Sept. 8, 2006 — -- Linda Anderson brought her family to State Street in downtown Chicago to see the end of an era. At midnight Friday Marshall Field's, the crown jewel of State Street shopping since 1968, will morph into Macy's.
"People come to Chicago to see Marshall Field's, and now it's not going to be there," she said.
Macy's $17 billion takeover of 11 department store chains is not sitting well with long-time customers, some of whom remember coming to the store as children with their parents. Others note that the distinctive Field's will soon look like just any other department store.
Like Marshall Field's, may of the stores taken over by Macy's were founded more than a century ago and were beloved icons, anchors in cities around the country -- Strawbridge's in Philadelphia, Foley's in Houston, Filene's in Boston.
"Boston residents grew up buying their first communion suits at Filene's, hunting for bargains in the basement. These regional department stores were like the cookies our mothers baked," said retail historian Nancy Koehn.
But nostalgia aside, analysts say this is clearly a survival move. Department stores have been losing ground to discounters and specialty stores for the past 15 years.
"There is a spot for local department stores, but they can't survive on their own. They have to survive as part of a larger entity," said Frank Guzzetta of Macy's.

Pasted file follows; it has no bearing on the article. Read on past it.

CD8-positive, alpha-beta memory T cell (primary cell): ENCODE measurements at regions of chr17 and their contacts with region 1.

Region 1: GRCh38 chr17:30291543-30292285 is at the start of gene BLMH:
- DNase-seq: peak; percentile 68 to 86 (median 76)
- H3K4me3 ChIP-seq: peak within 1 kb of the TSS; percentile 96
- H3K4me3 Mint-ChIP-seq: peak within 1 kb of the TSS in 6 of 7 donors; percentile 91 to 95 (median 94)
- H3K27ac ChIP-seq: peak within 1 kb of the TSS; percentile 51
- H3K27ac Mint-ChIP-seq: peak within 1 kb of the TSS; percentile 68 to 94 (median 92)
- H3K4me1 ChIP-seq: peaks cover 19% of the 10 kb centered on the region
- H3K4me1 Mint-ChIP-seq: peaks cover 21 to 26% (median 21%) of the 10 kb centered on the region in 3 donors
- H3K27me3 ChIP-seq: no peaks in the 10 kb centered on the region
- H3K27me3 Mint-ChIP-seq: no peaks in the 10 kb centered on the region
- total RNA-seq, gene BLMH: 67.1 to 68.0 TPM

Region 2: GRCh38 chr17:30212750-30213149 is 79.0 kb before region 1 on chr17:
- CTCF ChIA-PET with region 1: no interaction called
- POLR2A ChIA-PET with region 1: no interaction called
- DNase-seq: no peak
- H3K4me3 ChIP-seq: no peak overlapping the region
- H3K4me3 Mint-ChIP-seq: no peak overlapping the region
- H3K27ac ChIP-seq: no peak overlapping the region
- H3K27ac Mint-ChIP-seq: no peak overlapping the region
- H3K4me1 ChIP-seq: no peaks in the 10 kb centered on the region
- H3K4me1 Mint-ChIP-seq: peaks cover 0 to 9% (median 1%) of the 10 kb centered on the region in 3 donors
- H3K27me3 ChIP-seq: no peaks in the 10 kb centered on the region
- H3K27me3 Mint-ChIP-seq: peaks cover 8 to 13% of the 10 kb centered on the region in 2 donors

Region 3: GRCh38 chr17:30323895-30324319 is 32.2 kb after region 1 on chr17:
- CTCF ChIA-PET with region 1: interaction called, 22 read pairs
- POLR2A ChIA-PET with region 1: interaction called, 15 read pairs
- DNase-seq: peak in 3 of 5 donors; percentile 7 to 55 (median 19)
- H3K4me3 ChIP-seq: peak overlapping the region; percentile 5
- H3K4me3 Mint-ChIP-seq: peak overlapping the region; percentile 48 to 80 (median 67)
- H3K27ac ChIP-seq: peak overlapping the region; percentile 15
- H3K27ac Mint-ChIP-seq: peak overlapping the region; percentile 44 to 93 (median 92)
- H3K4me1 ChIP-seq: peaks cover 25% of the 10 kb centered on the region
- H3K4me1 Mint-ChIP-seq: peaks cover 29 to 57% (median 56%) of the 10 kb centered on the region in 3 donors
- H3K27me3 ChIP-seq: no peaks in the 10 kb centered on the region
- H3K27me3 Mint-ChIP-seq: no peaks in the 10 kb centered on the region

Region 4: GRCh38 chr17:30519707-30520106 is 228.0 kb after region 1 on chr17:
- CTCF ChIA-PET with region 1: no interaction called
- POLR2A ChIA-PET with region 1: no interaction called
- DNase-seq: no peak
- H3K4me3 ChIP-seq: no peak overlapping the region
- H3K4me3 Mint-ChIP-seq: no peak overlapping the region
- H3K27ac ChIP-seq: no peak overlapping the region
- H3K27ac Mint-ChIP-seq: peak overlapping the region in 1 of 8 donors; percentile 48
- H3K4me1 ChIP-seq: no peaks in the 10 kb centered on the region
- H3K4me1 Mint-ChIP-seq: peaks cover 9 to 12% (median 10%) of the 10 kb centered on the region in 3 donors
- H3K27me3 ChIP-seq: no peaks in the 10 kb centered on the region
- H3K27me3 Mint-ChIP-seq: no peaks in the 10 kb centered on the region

Macy's is rolling out its new 800-store empire with block parties, bargains and its first national advertising campaign.
"We'll be in cities where we've never been before. It's a very, very big day for our company," said Macy's CEO Terry Lundgren.
While some customers resent the change, analysts argue they stopped shopping at department stores a long time ago.
"Well, if the people of Chicago love Marshall Field's so good, why is it going down the tubes?" said retail analyst Howard Davidowitz. "People talk about how they love the store, but guess what? They shop at Kohls and Target."
Macy's is promising upscale merchandise and better service. The Walnut Room and Chicago's landmark Marshall Field's clock will stay. So will the store's signature Frango mints, made in full view of shoppers.
But for some long-time shoppers, it could be a tough sell.
"I know they're trying to keep a lot of the things the same, but it's just not gonna be the same," said one disappointed visitor today.